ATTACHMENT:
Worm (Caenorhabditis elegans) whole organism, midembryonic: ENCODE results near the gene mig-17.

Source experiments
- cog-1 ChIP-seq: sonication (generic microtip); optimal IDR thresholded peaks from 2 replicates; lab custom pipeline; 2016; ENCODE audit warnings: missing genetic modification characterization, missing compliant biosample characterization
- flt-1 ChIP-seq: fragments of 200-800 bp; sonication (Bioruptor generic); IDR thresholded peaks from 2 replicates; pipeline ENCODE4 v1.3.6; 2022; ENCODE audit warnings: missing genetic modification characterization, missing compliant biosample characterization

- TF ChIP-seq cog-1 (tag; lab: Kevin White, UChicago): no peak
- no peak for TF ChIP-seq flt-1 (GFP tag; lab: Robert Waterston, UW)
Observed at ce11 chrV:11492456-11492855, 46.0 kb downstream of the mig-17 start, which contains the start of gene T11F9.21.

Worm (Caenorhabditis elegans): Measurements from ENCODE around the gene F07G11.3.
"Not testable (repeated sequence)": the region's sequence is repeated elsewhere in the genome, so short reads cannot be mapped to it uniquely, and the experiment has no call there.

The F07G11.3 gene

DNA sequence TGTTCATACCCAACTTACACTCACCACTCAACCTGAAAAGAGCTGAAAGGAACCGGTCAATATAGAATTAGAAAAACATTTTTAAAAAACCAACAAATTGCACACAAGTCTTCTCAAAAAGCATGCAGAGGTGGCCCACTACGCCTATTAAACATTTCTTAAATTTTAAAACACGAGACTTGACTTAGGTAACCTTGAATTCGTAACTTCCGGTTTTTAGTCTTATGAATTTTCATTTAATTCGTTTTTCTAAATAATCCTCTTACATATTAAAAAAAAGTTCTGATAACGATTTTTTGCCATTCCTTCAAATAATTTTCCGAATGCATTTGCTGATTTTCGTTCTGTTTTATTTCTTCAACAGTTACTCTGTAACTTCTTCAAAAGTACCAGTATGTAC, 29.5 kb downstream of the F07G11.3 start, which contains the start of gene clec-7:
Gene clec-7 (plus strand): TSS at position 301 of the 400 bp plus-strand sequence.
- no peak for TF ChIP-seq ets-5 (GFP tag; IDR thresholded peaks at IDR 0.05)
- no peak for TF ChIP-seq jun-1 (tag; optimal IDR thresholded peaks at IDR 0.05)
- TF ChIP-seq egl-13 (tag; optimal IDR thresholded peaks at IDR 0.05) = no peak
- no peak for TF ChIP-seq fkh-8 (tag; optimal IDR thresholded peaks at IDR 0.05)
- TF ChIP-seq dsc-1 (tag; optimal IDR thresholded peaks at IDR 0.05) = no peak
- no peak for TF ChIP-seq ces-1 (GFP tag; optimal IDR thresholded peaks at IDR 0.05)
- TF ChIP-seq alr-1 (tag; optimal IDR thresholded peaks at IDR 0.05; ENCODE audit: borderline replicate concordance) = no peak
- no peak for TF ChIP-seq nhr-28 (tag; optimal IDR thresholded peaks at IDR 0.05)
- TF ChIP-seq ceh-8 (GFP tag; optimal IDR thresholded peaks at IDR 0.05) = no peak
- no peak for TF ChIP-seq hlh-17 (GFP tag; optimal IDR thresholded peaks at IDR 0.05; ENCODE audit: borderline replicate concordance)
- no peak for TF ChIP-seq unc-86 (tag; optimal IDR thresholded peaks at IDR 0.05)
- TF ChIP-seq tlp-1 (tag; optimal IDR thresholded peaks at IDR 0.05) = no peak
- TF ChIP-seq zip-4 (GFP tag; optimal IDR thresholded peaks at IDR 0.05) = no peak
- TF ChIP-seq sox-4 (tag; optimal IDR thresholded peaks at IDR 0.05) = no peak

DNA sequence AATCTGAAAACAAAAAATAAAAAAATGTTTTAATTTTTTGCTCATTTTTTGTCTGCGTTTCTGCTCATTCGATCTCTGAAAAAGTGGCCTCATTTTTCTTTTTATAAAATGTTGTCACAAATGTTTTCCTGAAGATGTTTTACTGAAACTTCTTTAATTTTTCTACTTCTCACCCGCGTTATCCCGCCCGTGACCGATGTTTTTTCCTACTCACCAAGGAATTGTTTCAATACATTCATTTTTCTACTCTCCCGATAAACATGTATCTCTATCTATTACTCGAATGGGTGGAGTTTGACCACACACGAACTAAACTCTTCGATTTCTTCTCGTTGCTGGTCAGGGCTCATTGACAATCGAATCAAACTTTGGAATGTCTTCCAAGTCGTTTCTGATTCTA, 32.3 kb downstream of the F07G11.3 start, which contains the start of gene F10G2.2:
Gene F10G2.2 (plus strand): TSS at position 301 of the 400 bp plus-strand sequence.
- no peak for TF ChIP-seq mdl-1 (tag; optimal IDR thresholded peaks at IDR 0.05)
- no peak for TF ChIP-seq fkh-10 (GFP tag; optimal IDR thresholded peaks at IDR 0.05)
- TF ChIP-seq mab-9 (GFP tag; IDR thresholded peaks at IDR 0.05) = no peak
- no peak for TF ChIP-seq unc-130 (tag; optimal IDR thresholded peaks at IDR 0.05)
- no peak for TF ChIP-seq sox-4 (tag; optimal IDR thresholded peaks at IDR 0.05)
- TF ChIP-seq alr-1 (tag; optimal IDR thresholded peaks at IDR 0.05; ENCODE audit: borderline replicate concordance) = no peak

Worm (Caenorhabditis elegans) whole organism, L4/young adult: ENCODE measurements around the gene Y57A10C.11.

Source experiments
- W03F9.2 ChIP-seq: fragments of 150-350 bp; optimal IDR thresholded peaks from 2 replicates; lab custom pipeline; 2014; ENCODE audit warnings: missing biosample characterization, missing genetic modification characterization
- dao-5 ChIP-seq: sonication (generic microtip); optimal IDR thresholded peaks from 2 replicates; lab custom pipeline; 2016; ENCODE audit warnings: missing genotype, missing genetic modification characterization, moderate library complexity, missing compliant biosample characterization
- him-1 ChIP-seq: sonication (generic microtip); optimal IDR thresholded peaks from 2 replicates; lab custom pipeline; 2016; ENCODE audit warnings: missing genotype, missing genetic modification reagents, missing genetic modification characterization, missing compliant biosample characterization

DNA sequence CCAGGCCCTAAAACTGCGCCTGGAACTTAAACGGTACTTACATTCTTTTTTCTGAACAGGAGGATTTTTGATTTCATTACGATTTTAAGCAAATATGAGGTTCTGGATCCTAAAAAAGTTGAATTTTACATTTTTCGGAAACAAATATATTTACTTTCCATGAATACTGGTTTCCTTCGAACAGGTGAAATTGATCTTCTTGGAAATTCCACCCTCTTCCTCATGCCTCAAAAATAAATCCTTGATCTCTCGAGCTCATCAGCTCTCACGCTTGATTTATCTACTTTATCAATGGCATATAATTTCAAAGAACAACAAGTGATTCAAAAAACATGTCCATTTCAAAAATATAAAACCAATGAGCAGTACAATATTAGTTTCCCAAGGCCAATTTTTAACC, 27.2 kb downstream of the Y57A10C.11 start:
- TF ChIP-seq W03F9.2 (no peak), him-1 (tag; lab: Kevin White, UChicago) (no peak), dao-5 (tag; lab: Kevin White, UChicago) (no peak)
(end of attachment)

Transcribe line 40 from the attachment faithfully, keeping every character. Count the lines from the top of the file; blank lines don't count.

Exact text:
DNA sequence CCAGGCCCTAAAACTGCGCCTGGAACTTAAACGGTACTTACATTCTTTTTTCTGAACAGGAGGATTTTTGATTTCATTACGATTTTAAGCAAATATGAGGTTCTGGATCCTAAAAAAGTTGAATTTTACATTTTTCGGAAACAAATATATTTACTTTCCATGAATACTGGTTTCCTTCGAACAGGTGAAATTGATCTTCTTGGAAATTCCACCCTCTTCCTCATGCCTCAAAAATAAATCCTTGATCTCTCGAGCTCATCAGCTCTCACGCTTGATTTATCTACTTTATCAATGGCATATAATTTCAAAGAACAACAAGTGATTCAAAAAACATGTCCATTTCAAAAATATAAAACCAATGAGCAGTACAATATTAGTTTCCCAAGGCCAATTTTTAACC, 27.2 kb downstream of the Y57A10C.11 start: